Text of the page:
WordPress plugins: Creating widgets

I noticed my series on WordPress plugins misses widgets. It’s a good fortune because I needed to show some social icons in the sidebar.

This is how the widget looks like.

You will find the source code in my repo: https://github.com/kantoniak/kantoniak-about-me, along with the link to vector icons made by Allan McAvoy.

Update: Plugin is already available here: https://wordpress.org/plugins/kantoniak-about-me/. To install it from the dashboard, go to Plugins/Add New, change search criteria to Author and look for kantoniak.

Plugin structure

We have a standard plugin to handle settings page. It reads from a list of registered social media sites and renders inputs from these entries.

Admin preview

Our plugin class implements the method to return a list of registered websites.

Widget code placement

Widgets are a kind of special things in WordPress. The first thing is that they can be registered in plugins or in the themes, which we didn’t cover yet. In the case of the latter, the widget will be accessible only if the theme is currently activated. Second thing is, WordPress has a WP_Widget class and suggests extending it to implement an own widget.

Extending WP_Widget class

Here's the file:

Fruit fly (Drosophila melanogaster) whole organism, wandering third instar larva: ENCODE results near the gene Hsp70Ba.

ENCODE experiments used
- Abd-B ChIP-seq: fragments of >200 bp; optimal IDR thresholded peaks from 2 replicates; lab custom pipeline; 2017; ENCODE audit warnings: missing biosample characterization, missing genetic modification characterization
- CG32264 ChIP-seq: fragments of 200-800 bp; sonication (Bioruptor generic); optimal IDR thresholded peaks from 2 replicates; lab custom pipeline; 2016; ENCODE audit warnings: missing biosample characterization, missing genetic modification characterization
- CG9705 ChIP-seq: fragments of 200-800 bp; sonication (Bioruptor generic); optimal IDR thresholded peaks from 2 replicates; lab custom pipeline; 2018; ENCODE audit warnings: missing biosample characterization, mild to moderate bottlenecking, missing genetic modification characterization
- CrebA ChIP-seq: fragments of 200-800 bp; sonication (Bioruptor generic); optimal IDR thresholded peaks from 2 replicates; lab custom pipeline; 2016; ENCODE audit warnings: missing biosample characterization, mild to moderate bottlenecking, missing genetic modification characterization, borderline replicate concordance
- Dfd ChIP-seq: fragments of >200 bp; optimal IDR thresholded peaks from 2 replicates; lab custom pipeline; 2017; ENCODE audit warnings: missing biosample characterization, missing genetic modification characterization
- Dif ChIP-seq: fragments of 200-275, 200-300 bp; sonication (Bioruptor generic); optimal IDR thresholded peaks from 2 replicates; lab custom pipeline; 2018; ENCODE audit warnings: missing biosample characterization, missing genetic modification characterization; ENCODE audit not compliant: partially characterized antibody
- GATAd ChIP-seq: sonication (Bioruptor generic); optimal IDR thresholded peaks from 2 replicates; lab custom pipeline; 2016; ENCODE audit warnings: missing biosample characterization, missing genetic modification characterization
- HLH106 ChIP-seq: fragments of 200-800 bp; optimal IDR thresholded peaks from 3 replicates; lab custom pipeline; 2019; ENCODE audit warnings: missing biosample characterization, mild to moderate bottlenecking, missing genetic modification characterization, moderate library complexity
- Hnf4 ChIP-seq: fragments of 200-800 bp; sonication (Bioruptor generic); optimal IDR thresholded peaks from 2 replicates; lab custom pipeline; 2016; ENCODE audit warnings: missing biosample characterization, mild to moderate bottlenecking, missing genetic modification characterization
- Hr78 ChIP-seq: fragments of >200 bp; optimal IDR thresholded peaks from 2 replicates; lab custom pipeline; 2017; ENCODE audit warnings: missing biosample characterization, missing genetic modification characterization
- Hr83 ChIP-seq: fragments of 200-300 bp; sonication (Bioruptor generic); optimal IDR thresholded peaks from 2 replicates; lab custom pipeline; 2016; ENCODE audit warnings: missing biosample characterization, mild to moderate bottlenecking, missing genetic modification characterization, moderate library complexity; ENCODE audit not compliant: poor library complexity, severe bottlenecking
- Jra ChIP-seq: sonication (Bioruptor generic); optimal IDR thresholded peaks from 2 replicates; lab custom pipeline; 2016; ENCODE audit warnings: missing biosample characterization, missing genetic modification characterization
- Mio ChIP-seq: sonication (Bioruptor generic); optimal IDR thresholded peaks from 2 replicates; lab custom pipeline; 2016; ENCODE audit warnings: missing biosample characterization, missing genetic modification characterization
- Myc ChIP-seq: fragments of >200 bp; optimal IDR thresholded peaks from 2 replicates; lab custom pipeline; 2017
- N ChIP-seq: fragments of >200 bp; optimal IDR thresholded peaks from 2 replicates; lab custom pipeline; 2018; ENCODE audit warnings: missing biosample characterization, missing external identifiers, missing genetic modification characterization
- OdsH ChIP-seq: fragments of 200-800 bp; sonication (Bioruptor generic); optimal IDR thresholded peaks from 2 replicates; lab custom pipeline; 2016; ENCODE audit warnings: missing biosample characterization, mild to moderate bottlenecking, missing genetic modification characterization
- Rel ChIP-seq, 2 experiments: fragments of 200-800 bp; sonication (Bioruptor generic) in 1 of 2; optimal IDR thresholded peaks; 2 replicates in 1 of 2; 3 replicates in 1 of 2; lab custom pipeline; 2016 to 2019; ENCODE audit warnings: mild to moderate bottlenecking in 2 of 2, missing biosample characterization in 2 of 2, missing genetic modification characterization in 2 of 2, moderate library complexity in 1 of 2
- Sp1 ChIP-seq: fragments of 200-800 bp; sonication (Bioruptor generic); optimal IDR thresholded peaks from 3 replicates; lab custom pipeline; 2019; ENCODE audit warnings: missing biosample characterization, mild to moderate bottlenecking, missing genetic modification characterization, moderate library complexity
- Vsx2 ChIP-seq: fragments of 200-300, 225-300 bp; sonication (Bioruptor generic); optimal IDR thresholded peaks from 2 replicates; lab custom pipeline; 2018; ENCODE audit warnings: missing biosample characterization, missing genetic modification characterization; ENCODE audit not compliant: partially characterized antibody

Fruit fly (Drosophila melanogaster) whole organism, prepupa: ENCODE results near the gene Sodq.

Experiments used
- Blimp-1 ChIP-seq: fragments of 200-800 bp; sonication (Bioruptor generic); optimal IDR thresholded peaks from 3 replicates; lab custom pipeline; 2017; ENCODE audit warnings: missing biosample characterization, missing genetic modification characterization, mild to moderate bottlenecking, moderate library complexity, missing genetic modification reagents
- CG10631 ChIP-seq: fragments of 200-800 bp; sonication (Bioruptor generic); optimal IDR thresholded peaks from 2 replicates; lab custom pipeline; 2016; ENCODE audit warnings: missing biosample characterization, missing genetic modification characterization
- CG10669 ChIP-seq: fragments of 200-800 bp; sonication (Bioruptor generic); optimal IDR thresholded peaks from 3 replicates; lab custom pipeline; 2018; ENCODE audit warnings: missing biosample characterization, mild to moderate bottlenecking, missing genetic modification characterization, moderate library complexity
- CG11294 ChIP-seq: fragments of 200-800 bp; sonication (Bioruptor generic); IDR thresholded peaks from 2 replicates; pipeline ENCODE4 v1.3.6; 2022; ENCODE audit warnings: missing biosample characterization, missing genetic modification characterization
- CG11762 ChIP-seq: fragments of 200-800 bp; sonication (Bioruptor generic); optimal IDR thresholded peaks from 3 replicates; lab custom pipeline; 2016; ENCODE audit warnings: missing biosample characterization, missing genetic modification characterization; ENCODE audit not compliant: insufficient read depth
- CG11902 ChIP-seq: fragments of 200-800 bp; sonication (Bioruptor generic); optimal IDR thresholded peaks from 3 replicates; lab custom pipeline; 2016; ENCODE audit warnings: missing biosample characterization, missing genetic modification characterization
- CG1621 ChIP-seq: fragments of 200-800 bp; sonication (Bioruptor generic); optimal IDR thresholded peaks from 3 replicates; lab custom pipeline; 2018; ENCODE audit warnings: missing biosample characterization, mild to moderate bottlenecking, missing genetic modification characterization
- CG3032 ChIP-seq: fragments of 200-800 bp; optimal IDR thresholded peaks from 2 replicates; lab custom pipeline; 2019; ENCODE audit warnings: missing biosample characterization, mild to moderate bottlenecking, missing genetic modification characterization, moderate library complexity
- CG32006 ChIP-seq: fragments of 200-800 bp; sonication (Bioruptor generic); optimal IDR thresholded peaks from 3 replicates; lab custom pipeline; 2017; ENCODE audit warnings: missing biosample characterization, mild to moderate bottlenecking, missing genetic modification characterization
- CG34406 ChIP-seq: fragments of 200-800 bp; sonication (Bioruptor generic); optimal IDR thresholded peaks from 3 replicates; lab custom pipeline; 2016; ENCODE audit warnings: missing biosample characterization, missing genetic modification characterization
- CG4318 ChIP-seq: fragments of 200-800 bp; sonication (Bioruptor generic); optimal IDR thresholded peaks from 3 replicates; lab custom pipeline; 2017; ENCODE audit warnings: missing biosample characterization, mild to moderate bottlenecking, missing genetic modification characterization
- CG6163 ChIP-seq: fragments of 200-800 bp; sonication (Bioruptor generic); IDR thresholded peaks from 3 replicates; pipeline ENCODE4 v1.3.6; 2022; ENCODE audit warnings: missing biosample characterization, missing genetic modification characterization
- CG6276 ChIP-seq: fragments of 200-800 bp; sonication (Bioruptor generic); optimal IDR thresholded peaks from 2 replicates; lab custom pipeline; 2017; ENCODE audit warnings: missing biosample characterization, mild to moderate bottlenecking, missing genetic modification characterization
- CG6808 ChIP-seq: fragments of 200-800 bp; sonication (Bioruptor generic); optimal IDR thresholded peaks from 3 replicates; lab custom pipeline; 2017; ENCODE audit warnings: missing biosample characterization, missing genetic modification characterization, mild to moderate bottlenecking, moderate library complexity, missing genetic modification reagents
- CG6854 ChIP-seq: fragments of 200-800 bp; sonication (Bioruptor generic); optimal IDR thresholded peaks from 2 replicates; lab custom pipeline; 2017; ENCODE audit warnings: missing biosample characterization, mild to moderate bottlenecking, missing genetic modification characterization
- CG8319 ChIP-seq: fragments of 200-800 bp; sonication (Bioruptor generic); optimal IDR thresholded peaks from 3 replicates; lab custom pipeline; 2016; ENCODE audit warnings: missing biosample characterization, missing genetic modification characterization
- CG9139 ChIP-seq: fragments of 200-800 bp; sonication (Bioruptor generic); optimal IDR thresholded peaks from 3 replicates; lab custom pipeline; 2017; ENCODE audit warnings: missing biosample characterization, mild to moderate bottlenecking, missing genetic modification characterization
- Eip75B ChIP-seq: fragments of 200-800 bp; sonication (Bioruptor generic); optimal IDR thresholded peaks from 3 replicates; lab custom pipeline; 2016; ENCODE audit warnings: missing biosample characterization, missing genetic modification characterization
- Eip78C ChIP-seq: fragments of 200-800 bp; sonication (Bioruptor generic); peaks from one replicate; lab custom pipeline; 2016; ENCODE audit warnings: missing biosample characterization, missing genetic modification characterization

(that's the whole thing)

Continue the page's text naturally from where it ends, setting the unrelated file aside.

We have a simple class implementing four methods (modified code from register_widget() docs):

Inside the class we have:

  • Constructor calling parent constructor
  • widget method: it will output our HTML, just echo the content inside the member function
  • update method for saving options: take both settings instances and return an array which will be saved to the database
  • form method to render plugin settings in WordPress admin site

Widget form

Connecting widgets with plugin

The engine uses its widget factory class, what means that we are unable to reach the created widget in any reasonable way. (Kudos to WordPress architects). But, there is an awful hack proposed by some users to look for instance in a global array.

With this solution, we can provide widget renderer with the data source, which is our plugin class in this case. You can see simplified example below:

That’s all

Now add some CSS and the plugin is ready! Please, take a look at the repository to better grasp how the widget and the form are rendered.

This post is the last one covering WordPress widgets. We went a long way:

  1. Creating first plugin structure
  2. Hooking in for particular posts and categories
  3. Rendering custom content
  4. Managing settings
  5. Applying styles and scripts
  6. Using shortcodes
  7. Working with admin media buttons
  8. Creating widgets
  9. Submitting to WordPress Plugin Directory

Further reading